The UN new media Peaceever TV hereby introduces the Wilson Center, a well-known American think tank. Experts from the center hold an online seminar on the release of vaccines during the COVID-19 pandemic，hope to help the general public understand the prospects, ethical and legal issues, and implementation methods of vaccine passports.
As vaccination speeds up and governments are eager to return to a sense of normalcy, the concept of vaccine passports has gained significant traction among policymakers and business leaders. The EU Commission proposed a “digital green pass” for travel in Europe and the U.S. government is eyeing a similar approach. Vaccine passports or certificates would allow businesses and countries to better track and distinguish between those who are vaccinated and those are not, and give the fully-vaccinated more access to activities that are still deemed problematic (travel, large gatherings such as concerts, sport events, etc.). But vaccine passports are not an easy solution. They come with significant drawbacks that could exacerbate inequality and discrimination against vulnerable groups.
Daniel S. Hamilton is the Austrian Marshall Plan Foundation Distinguished Fellow and Director of the Global Europe Program at the Wilson Center. He is a widely-recognized expert on U.S. foreign policy and on European, Eurasian and transatlantic security, economic and political affairs. He is quoted frequently in major U.S., European and global media and has testified on numerous occasions before committees of the U.S. Congress and European parliaments.
He is also Senior Fellow at the Foreign Policy Institute of Johns Hopkins SAIS, where he co-leads the School’s postdoctoral program on “The United States, Europe, and World Order.” He was the Founding Director of the SAIS Center for Transatlantic Relations, and for fifteen years served concurrently as Executive Director of the American Consortium for European Union Studies. He has also taught at the Free University of Berlin, the University of Innsbruck, and the Hertie School of Governance.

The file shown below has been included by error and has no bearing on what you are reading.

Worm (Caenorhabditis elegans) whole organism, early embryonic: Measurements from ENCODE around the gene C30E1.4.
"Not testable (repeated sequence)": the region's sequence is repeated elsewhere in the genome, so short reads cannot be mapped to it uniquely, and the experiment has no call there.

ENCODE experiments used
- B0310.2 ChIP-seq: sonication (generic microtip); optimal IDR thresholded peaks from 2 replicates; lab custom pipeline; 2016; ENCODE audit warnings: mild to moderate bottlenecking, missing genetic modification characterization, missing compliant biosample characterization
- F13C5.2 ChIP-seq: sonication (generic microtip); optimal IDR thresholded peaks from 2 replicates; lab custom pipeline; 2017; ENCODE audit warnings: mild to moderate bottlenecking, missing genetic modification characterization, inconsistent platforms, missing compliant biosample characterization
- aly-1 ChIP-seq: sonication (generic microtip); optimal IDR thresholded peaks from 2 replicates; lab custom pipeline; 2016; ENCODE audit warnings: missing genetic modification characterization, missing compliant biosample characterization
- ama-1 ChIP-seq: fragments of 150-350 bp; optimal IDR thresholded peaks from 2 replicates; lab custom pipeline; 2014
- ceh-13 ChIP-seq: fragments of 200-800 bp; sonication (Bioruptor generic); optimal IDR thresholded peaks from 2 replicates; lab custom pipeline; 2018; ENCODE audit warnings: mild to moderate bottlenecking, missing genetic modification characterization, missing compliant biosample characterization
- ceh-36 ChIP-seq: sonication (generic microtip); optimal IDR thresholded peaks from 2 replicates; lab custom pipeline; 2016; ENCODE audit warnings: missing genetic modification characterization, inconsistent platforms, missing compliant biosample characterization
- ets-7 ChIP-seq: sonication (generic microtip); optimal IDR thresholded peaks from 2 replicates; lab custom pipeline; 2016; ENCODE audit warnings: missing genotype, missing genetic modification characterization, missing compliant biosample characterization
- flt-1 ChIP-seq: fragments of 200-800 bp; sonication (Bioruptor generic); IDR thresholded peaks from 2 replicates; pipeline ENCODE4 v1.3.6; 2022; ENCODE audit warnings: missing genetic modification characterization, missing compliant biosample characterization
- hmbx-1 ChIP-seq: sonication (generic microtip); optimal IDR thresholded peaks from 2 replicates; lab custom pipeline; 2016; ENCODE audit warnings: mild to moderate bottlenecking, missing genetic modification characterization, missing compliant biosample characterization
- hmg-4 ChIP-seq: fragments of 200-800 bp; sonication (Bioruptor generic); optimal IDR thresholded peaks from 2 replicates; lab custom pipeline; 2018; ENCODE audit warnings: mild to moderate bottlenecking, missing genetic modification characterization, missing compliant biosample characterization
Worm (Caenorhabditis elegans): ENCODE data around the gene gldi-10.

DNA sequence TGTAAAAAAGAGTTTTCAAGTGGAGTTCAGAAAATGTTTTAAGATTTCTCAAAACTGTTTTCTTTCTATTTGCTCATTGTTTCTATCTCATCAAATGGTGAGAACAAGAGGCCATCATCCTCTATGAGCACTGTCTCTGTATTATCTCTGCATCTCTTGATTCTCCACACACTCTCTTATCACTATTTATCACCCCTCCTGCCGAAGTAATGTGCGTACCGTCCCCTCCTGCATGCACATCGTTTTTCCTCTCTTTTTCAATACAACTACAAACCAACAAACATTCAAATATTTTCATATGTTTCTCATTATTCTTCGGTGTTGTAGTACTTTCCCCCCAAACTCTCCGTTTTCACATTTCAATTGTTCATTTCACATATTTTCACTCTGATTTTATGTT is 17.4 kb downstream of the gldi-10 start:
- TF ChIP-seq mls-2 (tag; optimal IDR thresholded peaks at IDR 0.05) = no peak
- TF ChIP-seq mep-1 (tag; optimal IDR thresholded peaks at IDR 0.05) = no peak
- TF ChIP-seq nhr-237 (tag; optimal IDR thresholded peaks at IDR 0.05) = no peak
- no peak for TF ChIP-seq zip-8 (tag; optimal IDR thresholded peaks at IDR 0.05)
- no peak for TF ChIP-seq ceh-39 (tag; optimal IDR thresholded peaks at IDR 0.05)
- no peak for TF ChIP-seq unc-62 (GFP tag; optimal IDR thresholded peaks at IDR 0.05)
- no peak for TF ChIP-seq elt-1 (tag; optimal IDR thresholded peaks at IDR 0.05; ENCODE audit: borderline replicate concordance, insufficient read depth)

Dr. Hamilton is President of the Transatlantic Leadership Network and Richard von Weizsӓcker Fellow at the Robert Bosch Academy in Berlin.
He has held a variety of senior positions in the U.S. Department of State, including Deputy Assistant Secretary for European Affairs, responsible for NATO, OSCE and transatlantic security issues, Nordic-Baltic and Balkan Affairs; U.S. Special Coordinator for Southeast European Stabilization; Associate Director of the Policy Planning Staff for two U.S. Secretaries of State; Director for Policy in the Bureau of European Affairs; and Senior Policy Advisor to the U.S. Ambassador and U.S. Embassy in Germany.
In 2008 he served as the first Robert Bosch Foundation Senior Diplomatic Fellow in the German Foreign Office, where he worked in the Planning Staff for Foreign Minister (and now President) Frank-Walter Steinmeier. In 2012 he was a member of German Chancellor Angela Merkel’s ‘Futures Advisory Group’.